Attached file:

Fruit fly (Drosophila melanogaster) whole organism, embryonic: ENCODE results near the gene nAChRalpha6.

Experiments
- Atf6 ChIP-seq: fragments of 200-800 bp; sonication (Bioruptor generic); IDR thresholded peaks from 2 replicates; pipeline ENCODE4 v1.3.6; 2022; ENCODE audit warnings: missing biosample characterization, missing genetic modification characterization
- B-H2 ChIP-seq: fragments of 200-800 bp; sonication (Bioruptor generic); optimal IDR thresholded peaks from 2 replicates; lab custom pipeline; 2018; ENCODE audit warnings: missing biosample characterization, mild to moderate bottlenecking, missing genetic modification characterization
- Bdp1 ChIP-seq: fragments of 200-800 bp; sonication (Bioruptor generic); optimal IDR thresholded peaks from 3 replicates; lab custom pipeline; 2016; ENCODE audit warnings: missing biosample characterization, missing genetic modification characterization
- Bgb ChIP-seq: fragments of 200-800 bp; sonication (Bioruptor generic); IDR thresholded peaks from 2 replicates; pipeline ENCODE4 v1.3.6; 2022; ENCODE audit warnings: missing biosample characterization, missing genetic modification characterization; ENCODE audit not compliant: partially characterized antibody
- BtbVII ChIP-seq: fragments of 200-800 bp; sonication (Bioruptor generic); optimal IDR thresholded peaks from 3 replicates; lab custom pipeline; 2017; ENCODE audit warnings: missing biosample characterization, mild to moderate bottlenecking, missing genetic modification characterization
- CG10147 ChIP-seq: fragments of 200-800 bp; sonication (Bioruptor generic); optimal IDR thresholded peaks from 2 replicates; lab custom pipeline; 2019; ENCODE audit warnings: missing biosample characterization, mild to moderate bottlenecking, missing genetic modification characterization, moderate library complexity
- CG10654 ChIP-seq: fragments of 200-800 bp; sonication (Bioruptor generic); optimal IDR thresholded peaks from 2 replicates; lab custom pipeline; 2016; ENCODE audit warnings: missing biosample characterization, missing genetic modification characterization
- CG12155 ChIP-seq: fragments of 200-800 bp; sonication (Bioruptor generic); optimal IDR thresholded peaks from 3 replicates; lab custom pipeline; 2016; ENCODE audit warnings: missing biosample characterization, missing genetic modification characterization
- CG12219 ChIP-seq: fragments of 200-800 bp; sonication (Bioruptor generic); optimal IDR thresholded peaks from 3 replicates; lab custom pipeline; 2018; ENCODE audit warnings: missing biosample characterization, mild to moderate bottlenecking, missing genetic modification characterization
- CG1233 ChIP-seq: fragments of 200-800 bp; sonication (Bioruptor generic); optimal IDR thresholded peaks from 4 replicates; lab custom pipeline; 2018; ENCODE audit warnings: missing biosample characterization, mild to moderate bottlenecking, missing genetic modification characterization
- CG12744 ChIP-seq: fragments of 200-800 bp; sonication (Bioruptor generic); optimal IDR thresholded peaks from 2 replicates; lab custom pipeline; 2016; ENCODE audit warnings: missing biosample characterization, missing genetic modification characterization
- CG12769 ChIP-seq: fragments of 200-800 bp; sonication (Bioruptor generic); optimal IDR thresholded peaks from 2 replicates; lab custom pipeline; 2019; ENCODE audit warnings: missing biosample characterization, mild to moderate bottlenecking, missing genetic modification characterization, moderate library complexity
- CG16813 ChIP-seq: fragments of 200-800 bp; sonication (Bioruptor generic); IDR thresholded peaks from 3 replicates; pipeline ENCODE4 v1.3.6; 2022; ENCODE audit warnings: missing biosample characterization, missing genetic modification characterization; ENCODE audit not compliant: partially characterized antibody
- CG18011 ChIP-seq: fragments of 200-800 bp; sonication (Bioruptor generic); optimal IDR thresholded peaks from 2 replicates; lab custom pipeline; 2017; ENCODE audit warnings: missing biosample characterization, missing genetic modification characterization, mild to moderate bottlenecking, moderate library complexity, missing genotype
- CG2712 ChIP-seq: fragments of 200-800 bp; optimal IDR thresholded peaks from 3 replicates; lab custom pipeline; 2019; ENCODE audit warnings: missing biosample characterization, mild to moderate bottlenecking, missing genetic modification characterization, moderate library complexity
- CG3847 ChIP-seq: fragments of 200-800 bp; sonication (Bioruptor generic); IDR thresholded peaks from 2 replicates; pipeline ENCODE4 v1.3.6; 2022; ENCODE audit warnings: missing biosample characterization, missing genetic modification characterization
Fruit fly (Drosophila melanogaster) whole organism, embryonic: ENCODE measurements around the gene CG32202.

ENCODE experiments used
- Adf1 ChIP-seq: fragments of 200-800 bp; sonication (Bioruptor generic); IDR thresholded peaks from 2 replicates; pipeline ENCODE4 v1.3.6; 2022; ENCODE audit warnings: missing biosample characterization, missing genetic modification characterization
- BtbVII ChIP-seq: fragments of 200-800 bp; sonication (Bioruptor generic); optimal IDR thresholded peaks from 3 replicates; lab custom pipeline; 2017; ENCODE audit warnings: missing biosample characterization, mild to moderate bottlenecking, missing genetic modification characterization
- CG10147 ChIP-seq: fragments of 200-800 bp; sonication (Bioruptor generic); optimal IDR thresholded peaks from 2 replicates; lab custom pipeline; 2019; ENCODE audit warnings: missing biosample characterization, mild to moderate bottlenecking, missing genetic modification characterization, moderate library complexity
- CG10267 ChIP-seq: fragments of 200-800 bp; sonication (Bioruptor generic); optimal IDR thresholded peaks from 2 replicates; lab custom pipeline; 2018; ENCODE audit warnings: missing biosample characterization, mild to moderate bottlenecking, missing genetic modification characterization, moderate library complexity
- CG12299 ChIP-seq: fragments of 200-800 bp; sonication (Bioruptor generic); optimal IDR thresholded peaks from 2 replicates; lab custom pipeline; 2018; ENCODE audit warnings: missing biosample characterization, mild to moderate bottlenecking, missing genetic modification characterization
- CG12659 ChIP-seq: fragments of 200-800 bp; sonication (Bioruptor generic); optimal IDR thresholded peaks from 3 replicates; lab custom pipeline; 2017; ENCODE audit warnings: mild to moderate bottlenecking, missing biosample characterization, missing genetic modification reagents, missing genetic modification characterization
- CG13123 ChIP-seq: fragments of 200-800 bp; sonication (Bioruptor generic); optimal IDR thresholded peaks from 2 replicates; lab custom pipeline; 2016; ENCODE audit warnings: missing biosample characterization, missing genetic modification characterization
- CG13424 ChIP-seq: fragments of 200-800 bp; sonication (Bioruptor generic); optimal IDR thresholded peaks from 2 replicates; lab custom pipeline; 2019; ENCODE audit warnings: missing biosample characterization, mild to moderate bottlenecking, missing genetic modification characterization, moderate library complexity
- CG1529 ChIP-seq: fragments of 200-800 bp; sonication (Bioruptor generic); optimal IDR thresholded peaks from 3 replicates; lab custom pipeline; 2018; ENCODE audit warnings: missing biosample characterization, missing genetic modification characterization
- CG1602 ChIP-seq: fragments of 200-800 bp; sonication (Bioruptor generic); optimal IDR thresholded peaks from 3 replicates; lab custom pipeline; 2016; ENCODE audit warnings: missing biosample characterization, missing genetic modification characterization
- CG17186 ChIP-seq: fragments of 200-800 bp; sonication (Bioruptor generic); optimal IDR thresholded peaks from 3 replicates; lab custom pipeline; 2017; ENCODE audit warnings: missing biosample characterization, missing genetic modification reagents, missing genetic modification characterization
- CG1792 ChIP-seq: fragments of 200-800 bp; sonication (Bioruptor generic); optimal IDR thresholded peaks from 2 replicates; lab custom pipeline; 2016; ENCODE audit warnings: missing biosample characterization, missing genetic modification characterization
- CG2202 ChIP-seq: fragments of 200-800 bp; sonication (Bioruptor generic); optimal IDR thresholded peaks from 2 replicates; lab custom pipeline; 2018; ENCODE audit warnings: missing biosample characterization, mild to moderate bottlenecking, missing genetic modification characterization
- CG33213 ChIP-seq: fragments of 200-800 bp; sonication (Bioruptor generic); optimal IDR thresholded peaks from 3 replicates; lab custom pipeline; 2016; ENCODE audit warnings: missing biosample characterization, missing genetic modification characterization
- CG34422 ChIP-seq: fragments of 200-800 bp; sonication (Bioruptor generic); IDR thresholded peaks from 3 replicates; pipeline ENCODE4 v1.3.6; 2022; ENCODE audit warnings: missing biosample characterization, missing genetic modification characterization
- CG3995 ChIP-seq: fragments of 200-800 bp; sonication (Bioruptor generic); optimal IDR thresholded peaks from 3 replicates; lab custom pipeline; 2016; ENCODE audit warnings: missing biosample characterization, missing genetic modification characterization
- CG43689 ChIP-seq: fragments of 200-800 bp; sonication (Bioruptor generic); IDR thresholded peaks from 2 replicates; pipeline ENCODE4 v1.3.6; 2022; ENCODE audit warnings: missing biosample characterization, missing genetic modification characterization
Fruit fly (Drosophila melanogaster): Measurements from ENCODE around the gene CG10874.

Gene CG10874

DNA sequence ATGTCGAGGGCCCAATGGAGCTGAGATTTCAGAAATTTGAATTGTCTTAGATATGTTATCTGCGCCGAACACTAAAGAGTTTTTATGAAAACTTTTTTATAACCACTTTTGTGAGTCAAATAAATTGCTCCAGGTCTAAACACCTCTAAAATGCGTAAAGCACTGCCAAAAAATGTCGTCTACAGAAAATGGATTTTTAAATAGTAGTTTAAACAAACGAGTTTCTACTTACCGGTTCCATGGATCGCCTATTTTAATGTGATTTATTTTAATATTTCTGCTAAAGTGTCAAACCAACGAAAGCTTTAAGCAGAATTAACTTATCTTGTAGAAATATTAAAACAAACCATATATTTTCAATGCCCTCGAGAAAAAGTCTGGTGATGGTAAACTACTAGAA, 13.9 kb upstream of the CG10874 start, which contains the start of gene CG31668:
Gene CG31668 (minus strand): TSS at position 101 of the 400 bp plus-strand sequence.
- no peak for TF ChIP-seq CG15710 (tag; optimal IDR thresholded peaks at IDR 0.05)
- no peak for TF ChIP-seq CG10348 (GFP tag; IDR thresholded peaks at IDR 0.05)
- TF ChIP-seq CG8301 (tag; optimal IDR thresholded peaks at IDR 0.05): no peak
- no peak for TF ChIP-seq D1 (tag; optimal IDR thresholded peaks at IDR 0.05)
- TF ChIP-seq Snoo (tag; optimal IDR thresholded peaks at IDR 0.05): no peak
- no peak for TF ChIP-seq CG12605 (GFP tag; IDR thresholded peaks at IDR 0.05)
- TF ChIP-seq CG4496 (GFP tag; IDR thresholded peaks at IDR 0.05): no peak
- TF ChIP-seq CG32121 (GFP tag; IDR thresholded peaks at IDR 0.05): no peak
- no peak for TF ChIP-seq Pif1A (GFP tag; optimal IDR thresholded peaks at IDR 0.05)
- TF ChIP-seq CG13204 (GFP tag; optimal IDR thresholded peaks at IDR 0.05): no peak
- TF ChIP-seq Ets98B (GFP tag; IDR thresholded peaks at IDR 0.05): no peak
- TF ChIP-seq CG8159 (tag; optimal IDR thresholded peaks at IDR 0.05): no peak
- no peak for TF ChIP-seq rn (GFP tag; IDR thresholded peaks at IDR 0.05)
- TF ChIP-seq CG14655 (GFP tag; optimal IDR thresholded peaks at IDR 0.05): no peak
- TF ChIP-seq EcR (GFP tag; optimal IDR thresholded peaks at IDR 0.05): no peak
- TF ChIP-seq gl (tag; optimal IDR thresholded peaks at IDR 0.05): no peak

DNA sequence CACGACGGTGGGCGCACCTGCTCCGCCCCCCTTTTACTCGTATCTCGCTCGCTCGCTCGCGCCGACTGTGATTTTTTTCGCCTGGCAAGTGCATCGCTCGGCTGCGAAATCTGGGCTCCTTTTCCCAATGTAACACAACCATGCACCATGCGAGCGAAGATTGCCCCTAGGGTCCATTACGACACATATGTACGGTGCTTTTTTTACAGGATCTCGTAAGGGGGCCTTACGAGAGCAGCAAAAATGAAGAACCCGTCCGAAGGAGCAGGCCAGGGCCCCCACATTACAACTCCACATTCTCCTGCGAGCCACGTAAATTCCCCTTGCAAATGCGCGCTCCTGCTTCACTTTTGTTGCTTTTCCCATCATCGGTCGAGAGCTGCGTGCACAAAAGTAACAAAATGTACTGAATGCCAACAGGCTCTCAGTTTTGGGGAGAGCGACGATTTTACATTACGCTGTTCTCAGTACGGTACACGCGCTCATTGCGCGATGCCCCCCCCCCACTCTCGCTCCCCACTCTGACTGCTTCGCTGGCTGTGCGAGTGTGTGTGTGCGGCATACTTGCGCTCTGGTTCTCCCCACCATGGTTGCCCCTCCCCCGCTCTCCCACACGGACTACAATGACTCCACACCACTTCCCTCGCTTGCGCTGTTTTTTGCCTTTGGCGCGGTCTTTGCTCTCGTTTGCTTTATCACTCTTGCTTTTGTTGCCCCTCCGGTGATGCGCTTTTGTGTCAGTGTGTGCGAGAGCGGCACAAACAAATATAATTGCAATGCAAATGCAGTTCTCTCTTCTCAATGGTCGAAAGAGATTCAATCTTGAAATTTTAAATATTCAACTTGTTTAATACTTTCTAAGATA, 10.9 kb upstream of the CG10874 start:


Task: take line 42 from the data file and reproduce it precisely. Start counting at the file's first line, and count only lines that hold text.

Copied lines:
- no peak for TF ChIP-seq CG15710 (tag; optimal IDR thresholded peaks at IDR 0.05)